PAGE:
By Jared Blumenfeld,  Director of the San Francisco Department of the Environment
San Francisco Chronicle, October 25, 2009cop15_logo_img

Rather than signing on to agreements that do not ever seem to translate into action, Copenhagen conferees should instead ensure that hard fought-over targets are implemented.

…Better to take climate change personally. Economist Sir Nicholas Stern calculated in his review that if we are to avoid the worst impacts of climate change, by 2050 each man, woman and child on the planet can emit only 2 tons of carbon dioxide per year. Today, global per capita greenhouse emissions are at 4.2 tons – in San Francisco, the per capita average is 11 tons, and for the United States, it is 24 tons per person.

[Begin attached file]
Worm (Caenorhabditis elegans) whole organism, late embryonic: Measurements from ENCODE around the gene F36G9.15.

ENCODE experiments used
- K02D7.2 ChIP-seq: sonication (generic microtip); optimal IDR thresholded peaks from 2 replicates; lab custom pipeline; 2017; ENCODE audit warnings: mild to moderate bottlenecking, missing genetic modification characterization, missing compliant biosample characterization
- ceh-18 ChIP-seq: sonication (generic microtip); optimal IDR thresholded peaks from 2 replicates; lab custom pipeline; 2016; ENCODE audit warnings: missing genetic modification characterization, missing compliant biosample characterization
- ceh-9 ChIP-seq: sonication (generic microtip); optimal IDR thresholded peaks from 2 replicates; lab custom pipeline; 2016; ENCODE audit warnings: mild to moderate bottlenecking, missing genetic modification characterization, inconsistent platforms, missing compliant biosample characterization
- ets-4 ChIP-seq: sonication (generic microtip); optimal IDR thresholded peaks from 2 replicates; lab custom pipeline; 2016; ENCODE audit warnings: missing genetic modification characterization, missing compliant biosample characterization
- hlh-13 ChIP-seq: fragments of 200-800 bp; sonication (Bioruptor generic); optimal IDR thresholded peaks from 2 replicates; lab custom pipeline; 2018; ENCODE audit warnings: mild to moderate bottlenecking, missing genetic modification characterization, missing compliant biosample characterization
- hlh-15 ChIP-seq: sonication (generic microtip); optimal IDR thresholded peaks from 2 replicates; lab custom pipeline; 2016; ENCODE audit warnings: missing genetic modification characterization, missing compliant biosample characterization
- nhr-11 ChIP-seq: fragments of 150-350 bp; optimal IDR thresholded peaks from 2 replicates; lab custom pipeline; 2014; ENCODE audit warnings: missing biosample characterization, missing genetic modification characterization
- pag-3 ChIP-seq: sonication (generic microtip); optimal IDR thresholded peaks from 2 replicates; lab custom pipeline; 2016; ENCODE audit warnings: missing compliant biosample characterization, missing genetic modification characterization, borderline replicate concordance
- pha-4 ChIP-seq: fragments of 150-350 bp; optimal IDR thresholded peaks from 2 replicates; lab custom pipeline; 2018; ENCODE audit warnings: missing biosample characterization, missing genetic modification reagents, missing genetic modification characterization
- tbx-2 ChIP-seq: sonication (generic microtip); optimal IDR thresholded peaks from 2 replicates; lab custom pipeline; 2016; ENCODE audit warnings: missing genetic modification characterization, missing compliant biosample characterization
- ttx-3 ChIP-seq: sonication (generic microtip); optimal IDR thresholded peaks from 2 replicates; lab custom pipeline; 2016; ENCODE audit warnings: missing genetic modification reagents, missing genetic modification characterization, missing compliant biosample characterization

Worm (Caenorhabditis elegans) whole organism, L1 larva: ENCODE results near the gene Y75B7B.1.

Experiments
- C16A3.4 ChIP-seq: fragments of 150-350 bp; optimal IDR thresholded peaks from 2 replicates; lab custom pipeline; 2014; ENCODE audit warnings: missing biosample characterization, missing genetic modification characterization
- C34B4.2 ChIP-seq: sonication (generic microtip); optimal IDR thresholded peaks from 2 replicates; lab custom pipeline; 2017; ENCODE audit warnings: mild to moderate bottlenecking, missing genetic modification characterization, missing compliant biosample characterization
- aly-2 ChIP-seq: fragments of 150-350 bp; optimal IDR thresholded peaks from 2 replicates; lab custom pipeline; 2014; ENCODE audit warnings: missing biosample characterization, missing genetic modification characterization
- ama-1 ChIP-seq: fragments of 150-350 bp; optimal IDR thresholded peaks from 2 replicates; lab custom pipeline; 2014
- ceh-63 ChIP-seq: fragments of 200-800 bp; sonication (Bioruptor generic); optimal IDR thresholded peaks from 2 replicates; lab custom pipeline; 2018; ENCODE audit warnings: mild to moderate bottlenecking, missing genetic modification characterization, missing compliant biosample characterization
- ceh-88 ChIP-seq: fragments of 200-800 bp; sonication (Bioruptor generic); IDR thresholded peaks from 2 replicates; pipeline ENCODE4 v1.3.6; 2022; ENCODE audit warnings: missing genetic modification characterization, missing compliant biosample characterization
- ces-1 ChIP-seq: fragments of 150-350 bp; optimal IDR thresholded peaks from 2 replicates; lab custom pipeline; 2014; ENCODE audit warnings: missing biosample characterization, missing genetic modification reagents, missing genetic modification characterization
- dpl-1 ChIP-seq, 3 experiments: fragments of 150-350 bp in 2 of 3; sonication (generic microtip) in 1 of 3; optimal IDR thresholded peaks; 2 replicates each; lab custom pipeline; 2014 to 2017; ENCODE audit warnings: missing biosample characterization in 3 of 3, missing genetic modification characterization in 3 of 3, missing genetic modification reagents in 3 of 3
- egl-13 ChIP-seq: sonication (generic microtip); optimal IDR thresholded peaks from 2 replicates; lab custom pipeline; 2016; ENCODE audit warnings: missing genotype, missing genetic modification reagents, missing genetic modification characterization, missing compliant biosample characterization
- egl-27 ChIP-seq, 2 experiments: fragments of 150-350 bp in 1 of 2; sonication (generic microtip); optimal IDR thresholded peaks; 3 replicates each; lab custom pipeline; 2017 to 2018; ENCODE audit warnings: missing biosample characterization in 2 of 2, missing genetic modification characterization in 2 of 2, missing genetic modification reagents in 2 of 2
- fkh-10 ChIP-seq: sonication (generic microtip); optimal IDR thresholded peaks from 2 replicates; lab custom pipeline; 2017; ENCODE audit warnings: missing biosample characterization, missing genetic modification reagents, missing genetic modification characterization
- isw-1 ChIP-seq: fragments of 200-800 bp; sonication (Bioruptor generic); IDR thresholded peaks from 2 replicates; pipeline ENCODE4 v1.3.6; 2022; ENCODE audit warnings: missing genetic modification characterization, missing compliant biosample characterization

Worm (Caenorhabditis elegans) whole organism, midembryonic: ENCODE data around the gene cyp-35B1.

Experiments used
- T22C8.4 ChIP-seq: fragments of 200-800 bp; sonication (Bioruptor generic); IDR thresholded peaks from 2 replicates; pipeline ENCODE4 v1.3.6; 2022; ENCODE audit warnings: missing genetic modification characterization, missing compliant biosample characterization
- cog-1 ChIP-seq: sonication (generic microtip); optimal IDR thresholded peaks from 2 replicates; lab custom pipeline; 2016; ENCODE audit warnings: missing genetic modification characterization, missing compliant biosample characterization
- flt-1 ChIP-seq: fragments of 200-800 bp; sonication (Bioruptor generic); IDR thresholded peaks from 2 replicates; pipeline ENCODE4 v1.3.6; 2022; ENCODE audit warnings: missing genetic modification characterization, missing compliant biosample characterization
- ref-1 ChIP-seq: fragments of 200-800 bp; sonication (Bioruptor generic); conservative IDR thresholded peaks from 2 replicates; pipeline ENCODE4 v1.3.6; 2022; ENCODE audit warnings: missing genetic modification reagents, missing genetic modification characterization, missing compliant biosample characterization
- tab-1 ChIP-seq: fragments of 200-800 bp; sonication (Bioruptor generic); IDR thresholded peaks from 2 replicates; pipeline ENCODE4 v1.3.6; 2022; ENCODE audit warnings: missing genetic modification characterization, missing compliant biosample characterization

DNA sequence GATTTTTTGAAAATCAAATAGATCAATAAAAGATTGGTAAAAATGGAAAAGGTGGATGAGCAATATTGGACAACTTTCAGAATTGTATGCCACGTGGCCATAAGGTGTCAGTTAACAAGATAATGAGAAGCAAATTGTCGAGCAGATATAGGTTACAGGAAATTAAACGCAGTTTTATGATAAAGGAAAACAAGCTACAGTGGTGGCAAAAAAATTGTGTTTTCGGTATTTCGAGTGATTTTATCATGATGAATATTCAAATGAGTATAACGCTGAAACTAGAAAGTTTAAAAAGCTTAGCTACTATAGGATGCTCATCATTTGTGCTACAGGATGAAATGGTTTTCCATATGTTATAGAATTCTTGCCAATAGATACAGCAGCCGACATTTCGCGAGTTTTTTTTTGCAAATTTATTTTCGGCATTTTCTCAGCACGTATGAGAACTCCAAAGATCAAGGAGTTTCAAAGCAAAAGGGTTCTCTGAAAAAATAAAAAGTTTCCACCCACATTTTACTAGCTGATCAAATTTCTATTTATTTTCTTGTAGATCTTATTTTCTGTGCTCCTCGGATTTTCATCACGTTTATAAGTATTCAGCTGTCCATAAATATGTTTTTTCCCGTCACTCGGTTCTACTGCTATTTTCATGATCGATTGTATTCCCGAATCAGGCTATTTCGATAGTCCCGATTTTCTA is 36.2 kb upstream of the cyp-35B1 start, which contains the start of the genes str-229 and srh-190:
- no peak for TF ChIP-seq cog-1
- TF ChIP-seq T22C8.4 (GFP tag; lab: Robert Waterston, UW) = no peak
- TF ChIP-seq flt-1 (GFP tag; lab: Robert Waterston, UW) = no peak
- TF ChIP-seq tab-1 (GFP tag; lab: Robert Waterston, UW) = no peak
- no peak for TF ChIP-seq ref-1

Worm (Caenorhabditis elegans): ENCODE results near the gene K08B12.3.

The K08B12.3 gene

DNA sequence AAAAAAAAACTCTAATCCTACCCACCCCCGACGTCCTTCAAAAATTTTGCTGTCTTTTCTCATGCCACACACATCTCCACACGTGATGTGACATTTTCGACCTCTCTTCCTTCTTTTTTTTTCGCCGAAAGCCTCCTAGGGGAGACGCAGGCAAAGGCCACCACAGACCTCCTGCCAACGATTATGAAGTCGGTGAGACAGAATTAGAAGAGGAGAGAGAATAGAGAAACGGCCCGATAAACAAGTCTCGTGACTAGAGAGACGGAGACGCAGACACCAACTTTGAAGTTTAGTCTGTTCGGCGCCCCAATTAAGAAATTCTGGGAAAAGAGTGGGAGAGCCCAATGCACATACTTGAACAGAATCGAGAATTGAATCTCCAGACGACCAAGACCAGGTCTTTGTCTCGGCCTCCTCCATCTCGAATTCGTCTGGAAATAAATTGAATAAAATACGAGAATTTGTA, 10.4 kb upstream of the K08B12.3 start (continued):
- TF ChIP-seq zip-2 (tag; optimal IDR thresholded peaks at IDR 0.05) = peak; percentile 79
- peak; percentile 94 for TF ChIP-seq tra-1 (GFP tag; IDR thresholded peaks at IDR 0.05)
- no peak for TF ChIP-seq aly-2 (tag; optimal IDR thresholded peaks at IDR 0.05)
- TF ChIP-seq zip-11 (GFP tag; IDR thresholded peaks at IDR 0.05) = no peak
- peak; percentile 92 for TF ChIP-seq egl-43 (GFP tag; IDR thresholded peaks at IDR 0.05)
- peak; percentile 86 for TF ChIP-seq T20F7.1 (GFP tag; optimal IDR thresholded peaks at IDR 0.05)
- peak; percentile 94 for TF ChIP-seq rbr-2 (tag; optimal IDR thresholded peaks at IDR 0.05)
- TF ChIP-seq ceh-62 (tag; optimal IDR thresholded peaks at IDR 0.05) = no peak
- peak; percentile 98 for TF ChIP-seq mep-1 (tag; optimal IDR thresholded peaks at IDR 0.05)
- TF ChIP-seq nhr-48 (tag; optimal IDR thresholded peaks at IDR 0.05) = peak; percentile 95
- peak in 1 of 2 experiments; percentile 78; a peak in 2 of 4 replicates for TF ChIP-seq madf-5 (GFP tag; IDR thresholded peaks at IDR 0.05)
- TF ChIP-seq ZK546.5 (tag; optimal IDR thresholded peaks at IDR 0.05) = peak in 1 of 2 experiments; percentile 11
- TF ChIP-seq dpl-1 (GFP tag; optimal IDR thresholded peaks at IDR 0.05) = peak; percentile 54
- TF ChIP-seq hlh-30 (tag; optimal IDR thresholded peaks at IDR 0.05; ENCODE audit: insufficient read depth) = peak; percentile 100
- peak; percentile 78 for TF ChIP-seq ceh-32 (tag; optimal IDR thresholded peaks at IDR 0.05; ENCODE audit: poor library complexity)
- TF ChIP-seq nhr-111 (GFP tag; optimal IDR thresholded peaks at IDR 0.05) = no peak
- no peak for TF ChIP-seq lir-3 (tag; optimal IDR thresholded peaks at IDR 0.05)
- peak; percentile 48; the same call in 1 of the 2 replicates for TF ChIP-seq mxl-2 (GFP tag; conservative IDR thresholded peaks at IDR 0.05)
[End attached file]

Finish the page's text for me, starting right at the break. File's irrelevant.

…By combining clear climate actions with a per capita carbon dioxide target, citizen groups, lawyers and the public will have the tools to hold their politicians accountable to their Copenhagen commitments. By focusing on what each country can do today rather than what 192 nations are unlikely to do tomorrow, the Copenhagen climate conference still has the opportunity to save the planet.

We completely agree with Blumenfeld’s pragmatic approach. Climate change is a global issue that we all need to take personally. That’s why we’re developing tools for tracking resource consumption on the individual level.